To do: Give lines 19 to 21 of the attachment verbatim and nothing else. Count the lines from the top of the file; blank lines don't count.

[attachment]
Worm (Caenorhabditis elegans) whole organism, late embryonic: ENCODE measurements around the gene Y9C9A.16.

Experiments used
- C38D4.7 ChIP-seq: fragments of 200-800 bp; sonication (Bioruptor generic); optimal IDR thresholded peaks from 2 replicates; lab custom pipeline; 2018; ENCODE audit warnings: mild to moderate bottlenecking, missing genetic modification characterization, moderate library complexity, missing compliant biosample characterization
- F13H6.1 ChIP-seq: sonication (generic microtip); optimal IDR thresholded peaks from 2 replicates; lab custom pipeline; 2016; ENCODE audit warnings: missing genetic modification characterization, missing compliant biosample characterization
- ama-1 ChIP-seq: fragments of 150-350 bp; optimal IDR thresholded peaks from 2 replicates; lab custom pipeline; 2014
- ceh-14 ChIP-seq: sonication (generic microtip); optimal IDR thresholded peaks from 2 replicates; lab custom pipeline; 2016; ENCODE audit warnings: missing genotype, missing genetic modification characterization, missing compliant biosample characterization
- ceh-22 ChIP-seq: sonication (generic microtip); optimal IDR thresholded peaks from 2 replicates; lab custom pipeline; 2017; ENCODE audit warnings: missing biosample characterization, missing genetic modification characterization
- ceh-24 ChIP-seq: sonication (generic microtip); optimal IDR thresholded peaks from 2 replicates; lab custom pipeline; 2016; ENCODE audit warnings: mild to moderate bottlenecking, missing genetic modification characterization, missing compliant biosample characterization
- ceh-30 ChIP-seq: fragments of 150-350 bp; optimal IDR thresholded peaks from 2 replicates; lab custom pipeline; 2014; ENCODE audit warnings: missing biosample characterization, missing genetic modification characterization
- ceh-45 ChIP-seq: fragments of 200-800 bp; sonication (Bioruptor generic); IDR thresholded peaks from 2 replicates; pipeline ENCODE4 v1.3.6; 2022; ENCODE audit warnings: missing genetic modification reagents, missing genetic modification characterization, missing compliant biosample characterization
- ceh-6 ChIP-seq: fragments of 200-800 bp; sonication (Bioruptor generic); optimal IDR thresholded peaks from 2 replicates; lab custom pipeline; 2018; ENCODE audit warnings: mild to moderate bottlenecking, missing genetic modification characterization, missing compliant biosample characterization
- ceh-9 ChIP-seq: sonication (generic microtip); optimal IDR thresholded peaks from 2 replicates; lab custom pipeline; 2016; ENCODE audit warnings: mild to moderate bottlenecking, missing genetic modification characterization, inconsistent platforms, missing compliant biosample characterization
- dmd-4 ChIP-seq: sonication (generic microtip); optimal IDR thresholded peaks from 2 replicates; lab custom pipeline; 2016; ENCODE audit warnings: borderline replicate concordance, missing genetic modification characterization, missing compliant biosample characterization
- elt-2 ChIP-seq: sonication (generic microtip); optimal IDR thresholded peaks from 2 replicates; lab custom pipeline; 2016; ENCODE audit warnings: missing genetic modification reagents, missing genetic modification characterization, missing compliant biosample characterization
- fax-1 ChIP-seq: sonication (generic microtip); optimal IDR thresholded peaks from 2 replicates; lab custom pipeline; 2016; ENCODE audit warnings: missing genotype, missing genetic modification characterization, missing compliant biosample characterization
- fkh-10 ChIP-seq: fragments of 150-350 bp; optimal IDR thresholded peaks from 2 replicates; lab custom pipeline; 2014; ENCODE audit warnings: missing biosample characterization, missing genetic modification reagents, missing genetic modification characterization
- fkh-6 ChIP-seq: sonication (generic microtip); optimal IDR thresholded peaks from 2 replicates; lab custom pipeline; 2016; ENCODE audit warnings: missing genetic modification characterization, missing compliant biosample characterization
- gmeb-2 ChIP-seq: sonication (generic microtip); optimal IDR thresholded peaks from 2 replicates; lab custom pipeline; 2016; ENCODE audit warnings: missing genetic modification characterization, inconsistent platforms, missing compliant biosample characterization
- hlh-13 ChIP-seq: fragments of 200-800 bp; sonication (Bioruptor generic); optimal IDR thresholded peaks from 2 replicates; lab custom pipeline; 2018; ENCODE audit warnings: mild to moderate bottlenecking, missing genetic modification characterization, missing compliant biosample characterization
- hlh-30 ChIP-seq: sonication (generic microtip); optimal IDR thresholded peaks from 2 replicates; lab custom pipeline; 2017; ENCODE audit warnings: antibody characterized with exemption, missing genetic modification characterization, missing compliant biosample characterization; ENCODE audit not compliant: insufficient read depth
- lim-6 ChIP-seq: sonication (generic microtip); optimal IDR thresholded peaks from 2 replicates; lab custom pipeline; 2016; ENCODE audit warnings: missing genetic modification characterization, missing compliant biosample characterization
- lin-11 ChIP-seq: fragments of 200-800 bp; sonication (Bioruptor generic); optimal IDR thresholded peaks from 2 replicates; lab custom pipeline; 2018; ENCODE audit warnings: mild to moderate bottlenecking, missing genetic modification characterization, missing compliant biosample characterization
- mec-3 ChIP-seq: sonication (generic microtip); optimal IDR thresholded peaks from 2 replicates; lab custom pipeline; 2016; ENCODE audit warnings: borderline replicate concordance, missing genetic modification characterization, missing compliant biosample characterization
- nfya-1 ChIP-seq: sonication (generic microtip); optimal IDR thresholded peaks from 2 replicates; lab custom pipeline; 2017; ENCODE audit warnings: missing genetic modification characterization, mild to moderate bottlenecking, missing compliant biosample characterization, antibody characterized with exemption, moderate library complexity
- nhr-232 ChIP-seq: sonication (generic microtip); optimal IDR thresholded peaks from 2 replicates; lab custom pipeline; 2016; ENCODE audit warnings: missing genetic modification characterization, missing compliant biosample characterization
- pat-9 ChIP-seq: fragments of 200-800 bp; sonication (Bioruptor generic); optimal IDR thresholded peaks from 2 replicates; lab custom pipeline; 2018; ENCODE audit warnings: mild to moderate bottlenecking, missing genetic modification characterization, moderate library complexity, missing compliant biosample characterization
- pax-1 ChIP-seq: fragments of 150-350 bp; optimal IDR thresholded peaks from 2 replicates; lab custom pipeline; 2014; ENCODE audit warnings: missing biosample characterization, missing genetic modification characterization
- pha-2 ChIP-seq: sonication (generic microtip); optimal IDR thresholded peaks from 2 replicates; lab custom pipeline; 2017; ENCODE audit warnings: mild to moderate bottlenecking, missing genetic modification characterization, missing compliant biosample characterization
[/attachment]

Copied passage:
- hlh-13 ChIP-seq: fragments of 200-800 bp; sonication (Bioruptor generic); optimal IDR thresholded peaks from 2 replicates; lab custom pipeline; 2018; ENCODE audit warnings: mild to moderate bottlenecking, missing genetic modification characterization, missing compliant biosample characterization
- hlh-30 ChIP-seq: sonication (generic microtip); optimal IDR thresholded peaks from 2 replicates; lab custom pipeline; 2017; ENCODE audit warnings: antibody characterized with exemption, missing genetic modification characterization, missing compliant biosample characterization; ENCODE audit not compliant: insufficient read depth
- lim-6 ChIP-seq: sonication (generic microtip); optimal IDR thresholded peaks from 2 replicates; lab custom pipeline; 2016; ENCODE audit warnings: missing genetic modification characterization, missing compliant biosample characterization